I picked these songs because they pull at my heartstrings and #7 and #8 in particular bring back memories of Romance in Washington D.C. , Comedy Clubs on Friday and Saturday nights, , Monument Runs in the day time, plays and Irish Whiskey on the rocks! #1, 2, 4, & 5 were “younger day” songs and just bring back fond memories of good friends and good times. Pub days?? Uh Huh. #3,6, 9 and 10 just leave me melancholy and leave me feeling small in a big universe.

    I love music and there is very little that I don’t like. If I were to shy away from some it would be the heavy metal. I like a good strong drumbeat also. I am also fond of Tina Turner but cannot remember any of her songs!

  4. Day #5 – Smell

    Sulphur Water. I hate the putrid smell. It smells like rotten eggs and rapidly sends the nausea rushing to my throat. If I don’t go back to fresh air my next accolade is adding my up-set stomach to the already foul smell.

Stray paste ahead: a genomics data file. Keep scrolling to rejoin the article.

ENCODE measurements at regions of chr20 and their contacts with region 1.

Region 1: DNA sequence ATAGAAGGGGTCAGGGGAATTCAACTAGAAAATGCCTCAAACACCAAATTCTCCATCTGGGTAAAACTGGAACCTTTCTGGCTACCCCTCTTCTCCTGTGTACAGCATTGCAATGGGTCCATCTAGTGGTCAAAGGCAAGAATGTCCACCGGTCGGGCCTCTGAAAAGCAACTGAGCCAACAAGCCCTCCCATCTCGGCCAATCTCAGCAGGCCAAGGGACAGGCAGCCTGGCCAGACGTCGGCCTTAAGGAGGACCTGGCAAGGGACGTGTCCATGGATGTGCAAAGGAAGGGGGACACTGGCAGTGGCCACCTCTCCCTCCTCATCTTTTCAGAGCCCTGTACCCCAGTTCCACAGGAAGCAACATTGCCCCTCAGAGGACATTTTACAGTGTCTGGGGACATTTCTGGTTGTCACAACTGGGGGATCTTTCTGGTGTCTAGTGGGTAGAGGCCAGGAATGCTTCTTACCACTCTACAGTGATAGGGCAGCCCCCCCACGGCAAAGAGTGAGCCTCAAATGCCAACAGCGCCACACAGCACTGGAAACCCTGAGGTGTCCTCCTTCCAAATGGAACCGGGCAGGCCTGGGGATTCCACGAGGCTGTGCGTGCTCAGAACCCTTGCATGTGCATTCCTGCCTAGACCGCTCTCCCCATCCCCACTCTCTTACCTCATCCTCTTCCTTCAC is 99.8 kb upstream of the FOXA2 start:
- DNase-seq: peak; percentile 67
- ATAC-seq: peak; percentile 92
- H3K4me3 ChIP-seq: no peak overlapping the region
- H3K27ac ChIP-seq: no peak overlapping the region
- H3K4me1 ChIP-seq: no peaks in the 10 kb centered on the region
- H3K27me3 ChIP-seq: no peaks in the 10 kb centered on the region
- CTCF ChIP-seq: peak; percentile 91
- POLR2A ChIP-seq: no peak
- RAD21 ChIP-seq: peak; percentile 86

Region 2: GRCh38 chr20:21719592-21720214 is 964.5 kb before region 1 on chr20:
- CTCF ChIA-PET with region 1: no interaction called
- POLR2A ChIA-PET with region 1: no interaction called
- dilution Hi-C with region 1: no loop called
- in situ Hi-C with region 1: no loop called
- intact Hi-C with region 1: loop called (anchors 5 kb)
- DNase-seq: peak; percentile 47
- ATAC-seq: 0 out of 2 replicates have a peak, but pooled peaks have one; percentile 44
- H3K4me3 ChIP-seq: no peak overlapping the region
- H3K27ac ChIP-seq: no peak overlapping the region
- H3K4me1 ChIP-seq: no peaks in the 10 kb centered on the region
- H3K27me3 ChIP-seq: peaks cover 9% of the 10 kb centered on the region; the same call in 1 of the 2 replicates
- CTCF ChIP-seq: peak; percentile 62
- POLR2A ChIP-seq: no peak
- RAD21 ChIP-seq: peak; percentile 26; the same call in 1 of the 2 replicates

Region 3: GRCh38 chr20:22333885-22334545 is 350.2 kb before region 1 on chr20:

I was probably 8 or 9 when my parents visited my mother’s sister who had a brand new carpet. I was not feeling well and one whiff of the house made me sick to my stomach – all over my Aunt’s new carpet. I’m not sure who was more mortified, me or my parents but my siblings thought it was hilarious. My Mother and Aunt cleaned up the carpet while I was banished to the car. No one offered to clean me up, the story is still being retold.

    Although I have learned how to control the initial impulse, I make sure to quickly exit from any area that has even a hint of sulphur.

  5. Day#6 – Myth – Guess I probably can relate to: The Little Match Girl and also The Red Shoes.

    Until March 13, 1993, the day I bought Women Who Run With the Wolves, my life was one of “making the best” of what-ever situation I found myself in.

    My Mother died when I was 15. I had four younger siblings. My Dad turned to alcohol to numb his pain. I graduated to Mother. Married at 19 , had three boys. Divorced at 28. Single Mom and working. Married me an alcoholic at 30 and then birthed two daughters. Saw the light (or saved my soul again). Another divorce.